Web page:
More importantly, as Home Minister in 1951, he warned Prime Minister Nehru of the impending threat Communist China posed to India’s sovereignty with its expansionist designs. He resigned his post over Nehru’s inability to see these dangers. Eleven years later, Chinese forces dismantled a grossly underprepared Indian fighting force, taking over swathes of what was once Indian territory.
Reconciliation above anything else
Another fascinating facet of Rajaji’s views was his desire for reconciliation at any cost between castes, faiths and nations.
One of the leading proponents for the temple entry of lower castes, joining leading personalities like Periyar, who had divergent political ideologies, Rajaji issued the Temple Entry Authorization and Indemnity Act of 1939, which lifted all restrictions on the entry of Dalit and Shanar community members into Hindu temples, during his stint as Premier of the Madras Presidency.
However, as Chief Minister of Madras, he also advocated ‘vocational training’ for school students not based on their choice or aptitude, but the trade or occupation of their father, which many saw as castiest.
Little surprise that the decision was soon called ‘Kala Kalvi’ or ‘caste-based education’, and following a revolt within the local Congress unit, he had to resign.
Unlike many leaders today, Rajaji understood friendship as an integral political virtue that we must never yield against.
Writing for his publication Swarajya in 1960, Rajaji made a compelling case for Indians to move beyond the rabble-rousing of anti-Pakistanis and take on the struggle for friendship with all the necessary courage.
Interestingly, his clamour for peace and friendship with Pakistan received little public support with the sole exception of revered social activists like Vinoba Bhave.
While the internal dynamics of the Pakistani establishment make peace and friendship a difficult proposition, we can see what a few years of peace can bring to a region like Kashmir following the 2003 India-Pakistan Ceasefire Agreement.
Future leaders like Atal Bihari Vajpayee understood Rajaji’s sentiment on relations with Pakistan and the Kashmir situation better than most.
One of the most impressive facets of Rajaji was how he understood and perceived the question of faith in public life.
“He certainly did not endorse popular religion for propagating noble lies or false consciousness,” wrote scholar Vasanthi Srinivasan in her book Hindu Spirituality and Virtue Politics.
He understood the dangers of politicising faith, a fact he considered “harmful for both religion and nationalistic politics”. A concept we could certainly use in larger doses nowadays.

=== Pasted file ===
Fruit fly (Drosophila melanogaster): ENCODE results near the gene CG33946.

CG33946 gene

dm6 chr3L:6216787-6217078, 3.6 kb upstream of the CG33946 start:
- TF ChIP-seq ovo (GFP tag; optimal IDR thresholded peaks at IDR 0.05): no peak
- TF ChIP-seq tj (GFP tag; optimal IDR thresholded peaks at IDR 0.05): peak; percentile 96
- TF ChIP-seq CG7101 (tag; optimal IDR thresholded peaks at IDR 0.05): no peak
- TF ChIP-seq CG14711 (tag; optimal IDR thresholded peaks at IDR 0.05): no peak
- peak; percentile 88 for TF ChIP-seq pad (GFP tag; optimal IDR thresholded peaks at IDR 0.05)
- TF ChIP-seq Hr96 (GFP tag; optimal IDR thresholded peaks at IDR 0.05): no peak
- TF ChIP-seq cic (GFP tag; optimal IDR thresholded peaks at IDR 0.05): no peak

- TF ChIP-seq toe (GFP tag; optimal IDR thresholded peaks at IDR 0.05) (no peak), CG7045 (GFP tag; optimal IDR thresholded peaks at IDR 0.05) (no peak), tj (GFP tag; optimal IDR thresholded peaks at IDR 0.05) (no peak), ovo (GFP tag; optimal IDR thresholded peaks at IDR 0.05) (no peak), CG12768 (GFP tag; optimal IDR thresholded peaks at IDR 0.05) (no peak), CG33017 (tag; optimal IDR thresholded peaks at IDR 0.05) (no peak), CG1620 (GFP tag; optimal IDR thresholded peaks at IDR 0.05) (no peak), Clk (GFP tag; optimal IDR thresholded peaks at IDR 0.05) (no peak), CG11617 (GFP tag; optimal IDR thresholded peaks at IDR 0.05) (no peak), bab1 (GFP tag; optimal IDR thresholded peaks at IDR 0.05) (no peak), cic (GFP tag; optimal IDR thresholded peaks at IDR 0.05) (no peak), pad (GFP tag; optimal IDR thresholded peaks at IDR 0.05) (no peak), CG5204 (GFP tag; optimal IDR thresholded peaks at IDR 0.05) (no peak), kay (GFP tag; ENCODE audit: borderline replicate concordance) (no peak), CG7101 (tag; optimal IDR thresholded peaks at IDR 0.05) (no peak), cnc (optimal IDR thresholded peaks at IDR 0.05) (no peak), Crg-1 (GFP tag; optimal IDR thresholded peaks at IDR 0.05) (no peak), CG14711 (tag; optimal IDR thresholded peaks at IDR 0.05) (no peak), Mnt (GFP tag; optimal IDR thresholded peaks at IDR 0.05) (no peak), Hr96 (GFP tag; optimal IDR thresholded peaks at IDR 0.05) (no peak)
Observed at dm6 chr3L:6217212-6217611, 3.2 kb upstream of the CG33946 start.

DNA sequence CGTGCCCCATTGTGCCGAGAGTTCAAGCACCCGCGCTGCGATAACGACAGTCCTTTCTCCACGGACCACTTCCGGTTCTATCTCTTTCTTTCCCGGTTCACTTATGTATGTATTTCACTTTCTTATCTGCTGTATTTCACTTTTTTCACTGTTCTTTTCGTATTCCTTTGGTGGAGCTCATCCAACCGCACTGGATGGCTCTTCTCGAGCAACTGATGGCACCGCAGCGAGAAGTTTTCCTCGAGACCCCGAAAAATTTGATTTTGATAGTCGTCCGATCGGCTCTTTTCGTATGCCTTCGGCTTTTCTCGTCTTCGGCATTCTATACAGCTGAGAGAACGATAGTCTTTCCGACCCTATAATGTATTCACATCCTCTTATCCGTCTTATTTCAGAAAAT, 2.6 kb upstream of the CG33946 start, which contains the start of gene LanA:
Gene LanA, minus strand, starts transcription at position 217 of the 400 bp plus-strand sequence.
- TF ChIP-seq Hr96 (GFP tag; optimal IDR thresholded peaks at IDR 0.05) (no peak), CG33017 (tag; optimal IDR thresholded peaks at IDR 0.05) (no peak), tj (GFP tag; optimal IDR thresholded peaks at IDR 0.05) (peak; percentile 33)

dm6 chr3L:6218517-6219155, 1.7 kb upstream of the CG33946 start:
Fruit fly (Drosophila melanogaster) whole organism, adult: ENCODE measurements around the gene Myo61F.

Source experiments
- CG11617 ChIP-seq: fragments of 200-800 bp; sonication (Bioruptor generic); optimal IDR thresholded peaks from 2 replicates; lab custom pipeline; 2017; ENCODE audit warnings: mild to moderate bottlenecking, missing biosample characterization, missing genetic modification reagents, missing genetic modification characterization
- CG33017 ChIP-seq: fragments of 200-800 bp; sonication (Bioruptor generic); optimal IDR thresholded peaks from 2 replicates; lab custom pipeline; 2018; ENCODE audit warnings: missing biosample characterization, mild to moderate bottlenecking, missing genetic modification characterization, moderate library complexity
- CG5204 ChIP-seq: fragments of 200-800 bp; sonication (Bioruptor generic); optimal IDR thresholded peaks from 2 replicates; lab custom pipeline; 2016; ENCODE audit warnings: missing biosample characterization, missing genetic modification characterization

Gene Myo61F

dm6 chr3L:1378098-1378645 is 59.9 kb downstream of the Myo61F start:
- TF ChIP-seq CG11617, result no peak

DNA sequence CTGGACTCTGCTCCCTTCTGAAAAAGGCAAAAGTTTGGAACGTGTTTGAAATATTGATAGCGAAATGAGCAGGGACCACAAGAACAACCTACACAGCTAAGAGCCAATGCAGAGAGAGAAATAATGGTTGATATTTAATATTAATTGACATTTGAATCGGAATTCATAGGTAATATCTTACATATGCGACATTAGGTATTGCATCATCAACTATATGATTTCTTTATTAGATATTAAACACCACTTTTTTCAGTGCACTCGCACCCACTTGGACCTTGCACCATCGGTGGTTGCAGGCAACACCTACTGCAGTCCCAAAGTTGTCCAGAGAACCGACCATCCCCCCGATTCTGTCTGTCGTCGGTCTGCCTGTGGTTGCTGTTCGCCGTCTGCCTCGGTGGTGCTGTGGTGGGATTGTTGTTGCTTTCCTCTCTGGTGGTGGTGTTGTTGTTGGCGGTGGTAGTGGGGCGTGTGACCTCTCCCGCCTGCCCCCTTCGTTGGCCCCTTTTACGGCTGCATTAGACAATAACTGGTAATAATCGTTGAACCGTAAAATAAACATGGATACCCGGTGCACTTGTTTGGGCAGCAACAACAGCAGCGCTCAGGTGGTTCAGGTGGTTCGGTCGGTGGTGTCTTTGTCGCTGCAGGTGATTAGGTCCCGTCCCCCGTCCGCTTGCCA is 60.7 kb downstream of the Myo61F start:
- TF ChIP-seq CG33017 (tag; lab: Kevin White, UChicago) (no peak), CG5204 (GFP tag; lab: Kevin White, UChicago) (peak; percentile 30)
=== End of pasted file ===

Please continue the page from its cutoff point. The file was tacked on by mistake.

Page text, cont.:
An oft criticism one hears of people propounding such notions is – ‘How qualified is this person to make such claims?’
Well, Rajaji’s translation of the Sanskrit epic Ramayana in Tamil, which first appeared as a serial in the Tamil magazine Kalki from May 23, 1954, to November 6, 1954, and eventually collected and published in a book titled ‘Chakravarthi Thirumagan’ earnt him the Sahitya Akademi award in 1958.
During his remarkable literary career, he translated the Mahabharata, wrote treatises on the Bhagavad Gita and Upanishads, composed songs in Carnatic music and penned his thoughts on scholars of Western philosophy like Socrates in Tamil.
It should be no surprise that he was a founding member of the famous Bharatiya Vidya Bhavan, an organisation with the objective of disseminating Indian culture and education. Like his spiritual guru, Gandhi, Rajaji understood the profoundly positive imprints faith could leave behind on society.
Finally, what Rajaji brought to the table was respect, dignity, intellectual rigour and honesty into his principled dissent against political stalwarts and systems of the day.
Despite his profound ideological differences with the likes of Nehru, CN Annadurai, Periyar and other such political stalwarts, there was a high degree of mutual admiration and regard.
His moving tribute to both Nehru and Annadurai after their respective deaths showed a degree of civility and respect that is often missing in today’s political discourse.
Periyar, who was probably furthest away from Rajaji regarding ideological leanings but a close friend nonetheless, once called him “a leader unique and unequalled, who lived and worked for high ideals”.
A Few Flaws
Rajaji had his flaws. His views on working women, for example, were anachronistic. This streak of social conservatism often made its way to the depiction of female characters in epics like the Ramayana and Mahabharata.
“I wonder how a woman with children can be wanting work! Alas for civilisation and the pernicious habit of entrusting the education of children to professional men and ourselves seeking odd work to fill our time,” he said on the subject of working women.
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Meanwhile, his decision to secure the office of Chief Minister of Madras Presidency via nomination from the upper house and not popular vote did show a lack of trust in the ability ordinary Indians to vote for him. It’s a practice which continues unabated in 21st-century Indian politics.
Nonetheless, many of the ideas left behind by this deserving recipient of the Bharat Ratna remain profoundly relevant today.
If India did follow some of his better ideas, we would have definitely been in a better place as a nation. It isn’t too late. We can still get there. Rajaji has shown the way forward.
(Edited by Vinayak Hegde)